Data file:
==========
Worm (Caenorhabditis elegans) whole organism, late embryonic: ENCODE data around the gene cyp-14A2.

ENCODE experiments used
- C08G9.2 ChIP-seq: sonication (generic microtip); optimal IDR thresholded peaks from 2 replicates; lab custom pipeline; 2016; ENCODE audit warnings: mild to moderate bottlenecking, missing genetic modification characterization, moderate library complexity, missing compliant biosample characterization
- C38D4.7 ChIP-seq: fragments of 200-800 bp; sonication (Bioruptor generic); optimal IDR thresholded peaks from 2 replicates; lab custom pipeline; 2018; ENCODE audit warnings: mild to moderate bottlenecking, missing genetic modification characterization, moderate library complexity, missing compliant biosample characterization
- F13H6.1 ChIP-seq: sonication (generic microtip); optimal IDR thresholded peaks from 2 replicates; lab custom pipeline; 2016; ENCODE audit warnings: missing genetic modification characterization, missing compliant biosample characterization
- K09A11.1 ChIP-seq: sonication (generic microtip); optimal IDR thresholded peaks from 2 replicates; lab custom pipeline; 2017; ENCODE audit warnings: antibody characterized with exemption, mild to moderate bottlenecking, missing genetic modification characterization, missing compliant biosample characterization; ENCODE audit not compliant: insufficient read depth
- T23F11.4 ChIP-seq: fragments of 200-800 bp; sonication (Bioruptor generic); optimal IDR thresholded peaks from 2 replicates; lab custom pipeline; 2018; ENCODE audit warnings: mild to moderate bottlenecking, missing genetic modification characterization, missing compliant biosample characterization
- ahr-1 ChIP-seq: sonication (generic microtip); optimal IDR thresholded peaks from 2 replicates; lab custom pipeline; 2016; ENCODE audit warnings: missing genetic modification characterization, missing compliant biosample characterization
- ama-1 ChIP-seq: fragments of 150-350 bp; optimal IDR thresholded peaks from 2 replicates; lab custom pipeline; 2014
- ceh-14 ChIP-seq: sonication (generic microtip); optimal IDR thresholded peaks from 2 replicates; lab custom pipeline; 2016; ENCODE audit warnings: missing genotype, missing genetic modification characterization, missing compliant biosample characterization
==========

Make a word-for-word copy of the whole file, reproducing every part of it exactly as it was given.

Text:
Worm (Caenorhabditis elegans) whole organism, late embryonic: ENCODE data around the gene cyp-14A2.

ENCODE experiments used
- C08G9.2 ChIP-seq: sonication (generic microtip); optimal IDR thresholded peaks from 2 replicates; lab custom pipeline; 2016; ENCODE audit warnings: mild to moderate bottlenecking, missing genetic modification characterization, moderate library complexity, missing compliant biosample characterization
- C38D4.7 ChIP-seq: fragments of 200-800 bp; sonication (Bioruptor generic); optimal IDR thresholded peaks from 2 replicates; lab custom pipeline; 2018; ENCODE audit warnings: mild to moderate bottlenecking, missing genetic modification characterization, moderate library complexity, missing compliant biosample characterization
- F13H6.1 ChIP-seq: sonication (generic microtip); optimal IDR thresholded peaks from 2 replicates; lab custom pipeline; 2016; ENCODE audit warnings: missing genetic modification characterization, missing compliant biosample characterization
- K09A11.1 ChIP-seq: sonication (generic microtip); optimal IDR thresholded peaks from 2 replicates; lab custom pipeline; 2017; ENCODE audit warnings: antibody characterized with exemption, mild to moderate bottlenecking, missing genetic modification characterization, missing compliant biosample characterization; ENCODE audit not compliant: insufficient read depth
- T23F11.4 ChIP-seq: fragments of 200-800 bp; sonication (Bioruptor generic); optimal IDR thresholded peaks from 2 replicates; lab custom pipeline; 2018; ENCODE audit warnings: mild to moderate bottlenecking, missing genetic modification characterization, missing compliant biosample characterization
- ahr-1 ChIP-seq: sonication (generic microtip); optimal IDR thresholded peaks from 2 replicates; lab custom pipeline; 2016; ENCODE audit warnings: missing genetic modification characterization, missing compliant biosample characterization
- ama-1 ChIP-seq: fragments of 150-350 bp; optimal IDR thresholded peaks from 2 replicates; lab custom pipeline; 2014
- ceh-14 ChIP-seq: sonication (generic microtip); optimal IDR thresholded peaks from 2 replicates; lab custom pipeline; 2016; ENCODE audit warnings: missing genotype, missing genetic modification characterization, missing compliant biosample characterization